Travel Ban Update and Chart

On April 23, 2020, President Trump’s Executive Order Suspending the issuance of green cards abroad went into effect. Please see Executive Order Suspends US Immigration For 60+ Days – Who Is Exempt?

On June 22, 2020, the President extended the 60-day travel ban until December 31, 2020 and expanded it to ban persons, and their spouses and children, from getting H-1B, H-2B, J and L visas. On June 29, the June 22 travel ban was amended to narrow the exemptions to the ban..

In a Presidential Proclamation dated January 31, 2020, the Administration added 6 countries to the Travel Ban – Nigeria, Tanzania, Sudan, Myanmar, Eritrea and Kyrgyzstan. The expanded ban went into effect on February 21, 2020..

Citizens of most of the newly added countries are not barred from getting temporary visas to visit, study or work in the United States. However, they will face additional scrutiny when applying for nonimmigrant visas.

However, many are now barred from obtaining green cards abroad, although some are only prohibited from getting immigrant visas through the diversity lottery.  They may apply for waivers although only 6% of waiver applications are being granted.

Below is a chart which identifies who is affected by the Travel Ban:

       Country Nonimmigrant Visas  Immigrant and Diversity
Visas
Iran No nonimmigrant visas except F, J and M visas No immigrant or diversity visas
Libya No B-1/B-2 entries, and B-1/B-2 visas No immigrant or diversity visas
North
Korea
No nonimmigrant visas No immigrant or diversity visas
Syria No nonimmigrant visas No immigrant or diversity visas
Venezuela No B-1, B-2 or B-1/B-2 visas of any kind for officials of the following government agencies Ministry of Interior, Justice, and Peace; the Administrative Service of Identification, Migration, and Immigration; the Corps of Scientific Investigations, Judicial and Criminal; the Bolivarian Intelligence Service; and the People’s Power Ministry of Foreign Affairs, and their immediate family members. No restrictions
Yemen No B-1/B-2 entries, and B-1/B-2 visas No immigrant or diversity visas
Somalia No immigrant or diversity visas
Eritrea No immigrant or diversity visas except as special immigrants whose eligibility is based on having provided assistance to the US Government
Kyrgyzstan No immigrant or diversity visas except as special immigrants whose eligibility is based on having provided assistance to the US Government
Myanmar (Burma) No immigrant or diversity visas except as special immigrants whose eligibility is based on having provided assistance to the US Government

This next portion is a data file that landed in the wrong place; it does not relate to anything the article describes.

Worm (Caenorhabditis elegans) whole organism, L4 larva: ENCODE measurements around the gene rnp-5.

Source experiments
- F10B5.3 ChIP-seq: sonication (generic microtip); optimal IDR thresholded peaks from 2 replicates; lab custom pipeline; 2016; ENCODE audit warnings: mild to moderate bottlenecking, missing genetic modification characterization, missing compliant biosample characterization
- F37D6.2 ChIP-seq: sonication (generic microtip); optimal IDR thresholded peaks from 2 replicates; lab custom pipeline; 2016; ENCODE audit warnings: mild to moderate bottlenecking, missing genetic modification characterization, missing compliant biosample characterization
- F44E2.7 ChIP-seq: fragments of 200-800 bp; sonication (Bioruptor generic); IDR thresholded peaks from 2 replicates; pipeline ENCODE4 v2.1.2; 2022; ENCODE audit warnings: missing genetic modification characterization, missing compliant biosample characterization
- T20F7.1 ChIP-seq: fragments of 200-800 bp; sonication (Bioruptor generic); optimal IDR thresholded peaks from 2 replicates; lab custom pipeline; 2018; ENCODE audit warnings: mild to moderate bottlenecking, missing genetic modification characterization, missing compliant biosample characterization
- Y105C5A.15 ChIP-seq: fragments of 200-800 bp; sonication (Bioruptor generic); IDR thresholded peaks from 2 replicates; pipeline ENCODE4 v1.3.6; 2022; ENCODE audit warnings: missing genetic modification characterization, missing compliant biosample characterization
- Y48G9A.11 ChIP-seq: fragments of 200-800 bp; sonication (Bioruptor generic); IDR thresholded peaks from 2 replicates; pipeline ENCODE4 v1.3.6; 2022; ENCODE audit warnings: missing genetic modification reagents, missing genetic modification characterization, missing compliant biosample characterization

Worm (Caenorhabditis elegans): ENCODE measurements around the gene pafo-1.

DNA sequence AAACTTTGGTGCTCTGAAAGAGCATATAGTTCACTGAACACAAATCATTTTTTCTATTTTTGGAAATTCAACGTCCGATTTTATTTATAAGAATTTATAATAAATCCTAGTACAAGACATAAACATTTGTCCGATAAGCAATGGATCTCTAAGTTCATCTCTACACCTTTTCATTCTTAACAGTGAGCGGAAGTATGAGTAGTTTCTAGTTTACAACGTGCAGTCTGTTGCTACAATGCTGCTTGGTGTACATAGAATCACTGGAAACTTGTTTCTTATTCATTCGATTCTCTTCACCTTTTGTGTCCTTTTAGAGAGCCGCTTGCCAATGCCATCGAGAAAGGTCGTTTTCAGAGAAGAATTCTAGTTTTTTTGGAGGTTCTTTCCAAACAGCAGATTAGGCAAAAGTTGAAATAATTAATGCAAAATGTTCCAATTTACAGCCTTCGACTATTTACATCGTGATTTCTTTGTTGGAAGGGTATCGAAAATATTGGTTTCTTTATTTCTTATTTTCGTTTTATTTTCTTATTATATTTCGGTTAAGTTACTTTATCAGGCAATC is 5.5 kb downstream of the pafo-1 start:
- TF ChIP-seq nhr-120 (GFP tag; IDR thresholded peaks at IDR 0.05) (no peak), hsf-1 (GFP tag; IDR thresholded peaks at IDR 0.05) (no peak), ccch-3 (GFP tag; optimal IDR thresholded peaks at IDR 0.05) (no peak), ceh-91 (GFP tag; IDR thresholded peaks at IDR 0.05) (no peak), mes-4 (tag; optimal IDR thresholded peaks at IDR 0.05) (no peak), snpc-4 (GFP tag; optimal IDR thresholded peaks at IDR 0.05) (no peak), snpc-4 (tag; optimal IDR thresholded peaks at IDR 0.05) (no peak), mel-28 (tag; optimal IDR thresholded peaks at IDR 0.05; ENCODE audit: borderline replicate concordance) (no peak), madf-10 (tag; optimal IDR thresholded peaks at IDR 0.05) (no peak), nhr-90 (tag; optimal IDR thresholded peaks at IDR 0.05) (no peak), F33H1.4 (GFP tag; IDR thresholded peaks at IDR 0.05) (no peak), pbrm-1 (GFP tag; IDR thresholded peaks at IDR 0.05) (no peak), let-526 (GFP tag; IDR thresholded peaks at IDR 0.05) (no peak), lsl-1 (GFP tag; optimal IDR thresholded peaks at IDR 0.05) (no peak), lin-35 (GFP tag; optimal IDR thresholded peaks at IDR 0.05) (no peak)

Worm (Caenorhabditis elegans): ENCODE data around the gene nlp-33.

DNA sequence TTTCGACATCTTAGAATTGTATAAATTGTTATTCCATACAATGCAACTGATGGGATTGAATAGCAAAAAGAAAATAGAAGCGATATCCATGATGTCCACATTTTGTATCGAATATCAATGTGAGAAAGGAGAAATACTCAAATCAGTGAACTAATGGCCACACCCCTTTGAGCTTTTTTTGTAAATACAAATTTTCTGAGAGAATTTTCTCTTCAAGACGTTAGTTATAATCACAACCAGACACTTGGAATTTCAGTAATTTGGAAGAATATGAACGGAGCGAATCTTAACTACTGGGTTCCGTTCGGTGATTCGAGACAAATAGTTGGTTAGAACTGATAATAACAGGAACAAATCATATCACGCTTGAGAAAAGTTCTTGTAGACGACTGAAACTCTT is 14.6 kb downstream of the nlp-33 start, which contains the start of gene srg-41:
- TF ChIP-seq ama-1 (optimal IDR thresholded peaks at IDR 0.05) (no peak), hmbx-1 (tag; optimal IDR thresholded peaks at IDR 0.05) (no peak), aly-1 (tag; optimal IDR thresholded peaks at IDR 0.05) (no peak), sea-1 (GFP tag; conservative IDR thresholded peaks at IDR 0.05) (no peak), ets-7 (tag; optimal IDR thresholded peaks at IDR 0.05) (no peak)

Nigeria No immigrant or diversity visas except as special immigrants whose eligibility is based on having provided assistance to the US Government
Sudan No diversity visas
Tanzania No diversity visas

History of the Travel Ban

Early in 2017, President Trump issued a travel ban (TB) on individuals from Middle Eastern countries. The first travel ban temporarily barring 7 predominately Muslim countries from entering the US was quickly blocked by a Federal Judge in Seattle. Trump appealed the decision, but the judge’s order was upheld.

This led to Trump’s 2nd travel ban, which is a revised version of the first. The original executive order applied to current visa holders from the 7 countries, but the revised version only applied to those who had not yet been issued a visa. It only applied to 6 countries, taking Iraq off the list. The ban on Syrian refugees was no longer permanent and Christians were not given preference in being granted refugee status.

Although the 2nd travel ban was struck down by the US Courts of Appeals in both the 4th and the 9th Circuits on June 26, 2017, the Supreme Court reinstated parts on the travel ban and agreed to hear the government’s appeals of the lower courts decisions.

On September 24, 2017, less than 3 weeks before the Supreme Court was scheduled to hear oral arguments regarding his 2nd TB, President Trump issued his 3rd travel ban. On December 3, 2017, the Supreme Court allowed it to go into effect on a temporary basis. The Supreme Court approved Travel Ban 3.0 on June 26, 2018.

On January 31, 2020, the Administration expanded the Travel Ban by adding another 6 countries in Africa and Asia. The expanded Travel Ban went into effect on February 21, 2020.

Travel Ban 3.0

travel ban On September 24, 2017, President Trump issued a 15-page order which initially restricted immigration from the following 7 countries: Iran, Libya, Syria, Yemen, Somalia, Chad and North Korea. In addition, Iraqi citizens and government officials and their families from Venezuela will face certain travel restrictions and/or heightened scrutiny when attempting to enter the United States. The travel ban became effective on October 18, 2017.

The Executive Order which implemented Travel Ban 3.0 provides that the State Department and the Customs and Border Protection (CBP) can issue waivers to persons from the affected countries who apply for a visa to come to the US, but only if they meet each of the following criteria:

  1. Denying entry would cause the applicant undue hardship;
  2. Entry would not pose a threat to national security or public safety; and
  3. Entry would be in the U.S. national interest.

To date, waivers have been granted to less than 2% of all visa applicants from the banned countries.

Travel Ban 2.0

Travel Ban 1.0

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